United had steadily tumbled down the First Division pecking order, following a second-placed finish with successive slots in seventh, then a nervy 15th. The 1962/63 league campaign was an unmitigated disaster and culminated in a panic-inducing 19th spot. The FA Cup, however, had provided a platform free of cumulative pressure, and Busby’s underdogs overcame Leicester City at Wembley to win the club’s first post-Munich trophy.
Law had been key to the success. Aside from opening the scoring against the Foxes at Wembley, the Scot had bagged a further five strikes in the Reds’ FA Cup run, including the only goal of the semi-final clash with Southampton, and in all competitions he had snaffled a healthy haul of 29 goals.
Busby had utilised the transfer market to bolster his squad with the captures of Law, Pat Crerand and others, but still he returned regularly to his trusty well of home-nurtured talent, and he prepared to unleash a wiry young Ulsterman who would complete the Trinity in 1963/64.
“I always remember someone coming into the dressing room and saying: 'What a player we’ve got from Ireland in the youth team',” recalled Charlton. “I just put it in the back of my mind. And then the name kept cropping up: ‘That little Best’.”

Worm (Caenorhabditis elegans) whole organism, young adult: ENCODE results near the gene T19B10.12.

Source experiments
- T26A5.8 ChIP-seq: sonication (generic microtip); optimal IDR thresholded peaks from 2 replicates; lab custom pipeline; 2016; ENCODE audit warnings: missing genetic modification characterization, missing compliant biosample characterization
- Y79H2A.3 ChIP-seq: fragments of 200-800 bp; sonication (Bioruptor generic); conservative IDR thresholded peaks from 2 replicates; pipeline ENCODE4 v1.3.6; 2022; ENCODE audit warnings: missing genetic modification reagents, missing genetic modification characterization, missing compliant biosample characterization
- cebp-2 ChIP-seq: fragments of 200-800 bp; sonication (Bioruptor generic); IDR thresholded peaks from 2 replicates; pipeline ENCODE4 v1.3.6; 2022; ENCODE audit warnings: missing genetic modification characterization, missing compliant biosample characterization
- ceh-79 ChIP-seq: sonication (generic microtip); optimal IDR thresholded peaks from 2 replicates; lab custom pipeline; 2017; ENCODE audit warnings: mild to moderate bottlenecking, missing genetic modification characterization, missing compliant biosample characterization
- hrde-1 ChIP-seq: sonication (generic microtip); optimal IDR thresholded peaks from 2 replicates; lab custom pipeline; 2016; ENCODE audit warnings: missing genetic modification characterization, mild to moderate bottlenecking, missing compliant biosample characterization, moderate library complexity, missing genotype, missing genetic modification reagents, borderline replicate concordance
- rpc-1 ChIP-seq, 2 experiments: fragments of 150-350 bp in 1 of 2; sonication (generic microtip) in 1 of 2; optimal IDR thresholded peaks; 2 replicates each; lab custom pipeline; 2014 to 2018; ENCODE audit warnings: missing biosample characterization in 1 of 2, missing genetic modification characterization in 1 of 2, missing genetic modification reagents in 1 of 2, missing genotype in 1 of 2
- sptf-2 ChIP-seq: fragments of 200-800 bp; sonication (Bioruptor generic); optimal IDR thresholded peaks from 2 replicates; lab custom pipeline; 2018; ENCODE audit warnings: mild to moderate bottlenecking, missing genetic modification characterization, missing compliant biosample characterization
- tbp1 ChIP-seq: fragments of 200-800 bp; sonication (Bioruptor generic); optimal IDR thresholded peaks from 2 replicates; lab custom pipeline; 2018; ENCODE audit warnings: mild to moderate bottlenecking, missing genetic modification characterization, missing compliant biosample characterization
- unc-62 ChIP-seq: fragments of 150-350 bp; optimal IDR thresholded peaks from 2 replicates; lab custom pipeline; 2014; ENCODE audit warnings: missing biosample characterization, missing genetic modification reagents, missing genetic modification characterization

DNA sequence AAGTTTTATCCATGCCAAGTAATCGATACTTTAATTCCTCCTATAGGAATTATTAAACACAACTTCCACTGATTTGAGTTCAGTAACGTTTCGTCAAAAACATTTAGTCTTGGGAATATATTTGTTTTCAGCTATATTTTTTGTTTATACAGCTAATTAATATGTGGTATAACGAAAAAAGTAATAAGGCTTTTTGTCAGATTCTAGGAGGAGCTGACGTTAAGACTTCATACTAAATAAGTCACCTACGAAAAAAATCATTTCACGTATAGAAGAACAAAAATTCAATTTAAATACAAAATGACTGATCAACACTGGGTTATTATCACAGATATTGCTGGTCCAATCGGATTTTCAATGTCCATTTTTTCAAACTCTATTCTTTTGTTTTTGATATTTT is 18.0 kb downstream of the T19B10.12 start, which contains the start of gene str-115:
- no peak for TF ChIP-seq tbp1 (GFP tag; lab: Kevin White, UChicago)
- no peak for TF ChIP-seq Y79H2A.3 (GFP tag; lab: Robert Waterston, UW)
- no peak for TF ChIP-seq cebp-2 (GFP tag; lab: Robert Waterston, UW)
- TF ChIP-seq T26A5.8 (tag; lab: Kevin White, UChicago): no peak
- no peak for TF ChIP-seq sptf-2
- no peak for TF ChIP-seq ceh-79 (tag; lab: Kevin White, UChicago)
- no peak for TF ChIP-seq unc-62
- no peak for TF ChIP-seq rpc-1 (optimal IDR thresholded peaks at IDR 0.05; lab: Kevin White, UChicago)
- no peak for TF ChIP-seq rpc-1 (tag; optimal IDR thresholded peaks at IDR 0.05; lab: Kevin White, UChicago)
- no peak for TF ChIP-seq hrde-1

A big name for a little lad but, sure enough, the hype was more than justified. George turned down trials with clubs in the Irish League and instead strode onto centre stage at United, wand in hand, and set about stupefying English football with his wizardry. "The surprising thing I found was how easy it was,” George later laughed.
In the same way Ryan Giggs would be eased into prominence by Sir Alex Ferguson, Best’s genius was drip-fed into the United approach. Three months passed between his debut and his second outing as he continued to feature for the Reds’ youth team, but thereafter he became a first-team fixture. On 18 January 1964, Best joined Law and Charlton in the starting line-up for the first time, and the trio shared